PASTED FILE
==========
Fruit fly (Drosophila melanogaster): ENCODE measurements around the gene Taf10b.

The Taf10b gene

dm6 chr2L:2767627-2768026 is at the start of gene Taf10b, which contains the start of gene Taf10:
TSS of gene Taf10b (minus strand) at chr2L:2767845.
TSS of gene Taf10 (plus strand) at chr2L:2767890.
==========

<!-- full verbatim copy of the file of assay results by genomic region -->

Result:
Fruit fly (Drosophila melanogaster): ENCODE measurements around the gene Taf10b.

The Taf10b gene

dm6 chr2L:2767627-2768026 is at the start of gene Taf10b, which contains the start of gene Taf10:
TSS of gene Taf10b (minus strand) at chr2L:2767845.
TSS of gene Taf10 (plus strand) at chr2L:2767890.